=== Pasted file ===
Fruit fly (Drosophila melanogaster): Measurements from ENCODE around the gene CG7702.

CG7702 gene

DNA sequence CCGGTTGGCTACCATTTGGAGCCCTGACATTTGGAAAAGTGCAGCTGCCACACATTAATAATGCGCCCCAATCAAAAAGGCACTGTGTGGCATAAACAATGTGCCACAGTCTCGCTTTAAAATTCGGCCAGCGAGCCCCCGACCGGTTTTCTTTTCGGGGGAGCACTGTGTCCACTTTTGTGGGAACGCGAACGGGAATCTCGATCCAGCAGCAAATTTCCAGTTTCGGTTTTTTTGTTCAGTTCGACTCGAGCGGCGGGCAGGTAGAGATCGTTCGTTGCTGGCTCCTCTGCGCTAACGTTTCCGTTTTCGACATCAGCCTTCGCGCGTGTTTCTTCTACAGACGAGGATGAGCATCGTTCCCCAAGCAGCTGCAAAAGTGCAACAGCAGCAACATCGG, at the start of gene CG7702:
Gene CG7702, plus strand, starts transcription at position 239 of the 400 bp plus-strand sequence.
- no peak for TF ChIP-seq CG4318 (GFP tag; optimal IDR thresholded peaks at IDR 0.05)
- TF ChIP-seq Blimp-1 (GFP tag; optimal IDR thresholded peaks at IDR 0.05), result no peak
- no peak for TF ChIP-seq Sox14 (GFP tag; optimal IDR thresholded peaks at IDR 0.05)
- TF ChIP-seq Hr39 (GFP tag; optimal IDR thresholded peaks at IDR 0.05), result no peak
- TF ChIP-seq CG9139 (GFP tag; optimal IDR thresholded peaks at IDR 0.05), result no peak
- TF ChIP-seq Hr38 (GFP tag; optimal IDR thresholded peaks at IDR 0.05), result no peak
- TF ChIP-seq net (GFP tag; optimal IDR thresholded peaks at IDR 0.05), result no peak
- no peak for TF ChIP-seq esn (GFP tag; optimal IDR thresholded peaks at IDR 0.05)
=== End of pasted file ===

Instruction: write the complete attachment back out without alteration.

Fruit fly (Drosophila melanogaster): Measurements from ENCODE around the gene CG7702.

CG7702 gene

DNA sequence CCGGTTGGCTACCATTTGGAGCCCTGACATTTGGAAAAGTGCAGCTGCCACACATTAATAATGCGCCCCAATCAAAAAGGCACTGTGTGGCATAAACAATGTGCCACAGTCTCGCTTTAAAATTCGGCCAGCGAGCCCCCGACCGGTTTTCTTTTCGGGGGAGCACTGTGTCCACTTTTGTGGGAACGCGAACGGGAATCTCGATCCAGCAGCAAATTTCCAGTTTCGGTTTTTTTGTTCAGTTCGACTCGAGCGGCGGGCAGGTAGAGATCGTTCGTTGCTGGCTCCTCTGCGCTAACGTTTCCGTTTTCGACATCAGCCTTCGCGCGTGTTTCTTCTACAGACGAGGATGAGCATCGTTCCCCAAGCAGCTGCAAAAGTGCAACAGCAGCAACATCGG, at the start of gene CG7702:
Gene CG7702, plus strand, starts transcription at position 239 of the 400 bp plus-strand sequence.
- no peak for TF ChIP-seq CG4318 (GFP tag; optimal IDR thresholded peaks at IDR 0.05)
- TF ChIP-seq Blimp-1 (GFP tag; optimal IDR thresholded peaks at IDR 0.05), result no peak
- no peak for TF ChIP-seq Sox14 (GFP tag; optimal IDR thresholded peaks at IDR 0.05)
- TF ChIP-seq Hr39 (GFP tag; optimal IDR thresholded peaks at IDR 0.05), result no peak
- TF ChIP-seq CG9139 (GFP tag; optimal IDR thresholded peaks at IDR 0.05), result no peak
- TF ChIP-seq Hr38 (GFP tag; optimal IDR thresholded peaks at IDR 0.05), result no peak
- TF ChIP-seq net (GFP tag; optimal IDR thresholded peaks at IDR 0.05), result no peak
- no peak for TF ChIP-seq esn (GFP tag; optimal IDR thresholded peaks at IDR 0.05)